Often when we talk about analyst relations opportunities we’re talking about the opportunities that we create. We have our priority list of analysts we want to engage with and we make those engagements happen via briefings, inquiries, and more. Our strategy is clear, our interaction topics are aligned to our goals, and we’re purposeful in what we’re presenting and why.
But on the flip side are analyst engagements that are unplanned – the ones where the analyst is reaching out to us for contact, engagement, and information. These inbound requests are usually outside our scope of planned work and sometimes outside our scope of planned strategy. They can result in low yields and they are more likely to exhaust our speakers if we agree to every request.
When inbound requests come in, we find our clients are usually torn on what action to take next. No one wants to damage a relationship with a potentially valuable analyst or dismiss an opportunity to increase their brand awareness by denying the request, but there is already enough work to be done with the analysts on their prioritized lists.
Vetting inbound requests
In these situations, we suggest creating a workflow for inbound analyst requests. Using a set of evaluation criteria can help you determine if the inbound request should be prioritized over the day-to-day workload. These criteria should be aligned with what matters most to your program. For most of our clients, evaluation reports, analyst firms, audience, and research category are what they prioritize when considering inbound requests. But you can easily tweak this model to best align with your program objectives.
The next time an inbound request from a non-prioritized analyst comes in, trying using a checklist like the following to help you prioritize:
Does this analyst publish evaluation reports that are relevant to my category?
Most analysts are involved in some form of evaluation research like Magic Quadrants and Forrester Waves, but not all are in markets you want to be known for. While it’s always appreciated to be asked to participate in evaluation research, it’s important to vet the request against your AR program’s goals. Ask yourself: Will being in this report really help my company move forward? Are the time and resource investments worth it to play in this space?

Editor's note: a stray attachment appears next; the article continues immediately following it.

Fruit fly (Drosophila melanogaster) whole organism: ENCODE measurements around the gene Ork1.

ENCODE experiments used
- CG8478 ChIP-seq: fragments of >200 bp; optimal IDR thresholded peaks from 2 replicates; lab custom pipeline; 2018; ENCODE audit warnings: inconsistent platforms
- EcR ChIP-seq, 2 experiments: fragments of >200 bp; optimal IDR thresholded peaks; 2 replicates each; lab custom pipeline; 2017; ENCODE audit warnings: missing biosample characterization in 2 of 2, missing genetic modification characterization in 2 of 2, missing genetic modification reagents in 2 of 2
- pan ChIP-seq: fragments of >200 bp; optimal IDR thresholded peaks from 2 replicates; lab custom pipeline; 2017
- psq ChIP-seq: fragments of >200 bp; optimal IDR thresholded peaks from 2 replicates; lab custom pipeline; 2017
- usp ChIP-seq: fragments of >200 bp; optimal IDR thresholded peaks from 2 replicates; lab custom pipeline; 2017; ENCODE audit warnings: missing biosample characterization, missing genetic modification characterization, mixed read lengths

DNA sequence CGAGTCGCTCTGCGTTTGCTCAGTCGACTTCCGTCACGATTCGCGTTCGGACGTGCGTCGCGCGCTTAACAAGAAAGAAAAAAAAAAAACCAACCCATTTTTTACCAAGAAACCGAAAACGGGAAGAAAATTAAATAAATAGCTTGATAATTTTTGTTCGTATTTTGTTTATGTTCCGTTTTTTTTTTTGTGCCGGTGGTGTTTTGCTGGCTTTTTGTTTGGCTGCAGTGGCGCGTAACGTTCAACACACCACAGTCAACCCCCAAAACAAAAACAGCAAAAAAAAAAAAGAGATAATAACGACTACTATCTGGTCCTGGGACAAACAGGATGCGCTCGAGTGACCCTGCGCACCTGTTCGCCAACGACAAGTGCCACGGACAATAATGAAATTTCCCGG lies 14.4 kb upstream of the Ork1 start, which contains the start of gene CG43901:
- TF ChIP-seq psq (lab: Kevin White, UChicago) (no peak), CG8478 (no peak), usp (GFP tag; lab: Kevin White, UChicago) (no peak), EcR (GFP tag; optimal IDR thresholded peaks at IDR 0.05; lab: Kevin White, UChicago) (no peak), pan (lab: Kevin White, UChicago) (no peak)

Is this analyst from an analyst firm that you prioritize?
Between the heavy hitters like Gartner, Forrester, and IDC, plus the boutique category-focused firms, there are tons of analysts from analyst firms who could be asking you for information. But when inbound requests come in, you need to have the analyst firms you prioritize already defined. If the analyst is from one of your prioritized firms, it’s more likely (but not guaranteed) that you’ll want to take their request.
Does their audience align with yours?
Each analyst has a specific set of customers they write their research for. Sometimes their customer audience will be the same customers you’re trying to target, but sometimes… they won’t be. If an analyst’s audience aligns with yours, prioritize engaging with that analyst. The impact of your efforts is more likely to reach your desired prospects than if you were to put time towards an analyst whose audience isn’t quite right for your business and goals.
Is their research on topic with what we want to be known for?
Similar to checking the box for aligned audiences, you want to make sure that the analyst’s research itself aligns with your goals and objectives. If an analyst writes about a category that you’re not trying to be known for, it may not be worth it to invest time and resources into their inbound request.
Next steps: Accepting the request
If you’ve made it through the checklist with three of the four questions answered as a “yes” then this is likely an inbound analyst request you should pursue. Although it may increase your (or your team’s) workload, by vetting the request against your priorities, you’ve made sure that the investment is worth it.
Next steps: The request isn’t quite right
If the inbound analyst request doesn’t meet enough of your vetting criteria, it doesn’t mean you should completely ignore the analyst. There are opportunities to help this analyst stay up-to-date with your company through 1-to-many initiatives like analyst portals, press releases, or quarterly webinars. Reach out to the analyst an invite him or her to engage with one of these avenues to maintain your relationship with the analyst, but politely decline any activity that would take away from your priorities.
When it comes to prioritizing inbound requests, tough choices will have to be made. But analyst relations professionals and teams who stick to their priorities are more likely to make gains in their goals because they’ve put their resources towards what absolutely must happen. Your speakers, leaders, and teammates will be thankful for your diligent prioritization and you likely will, too!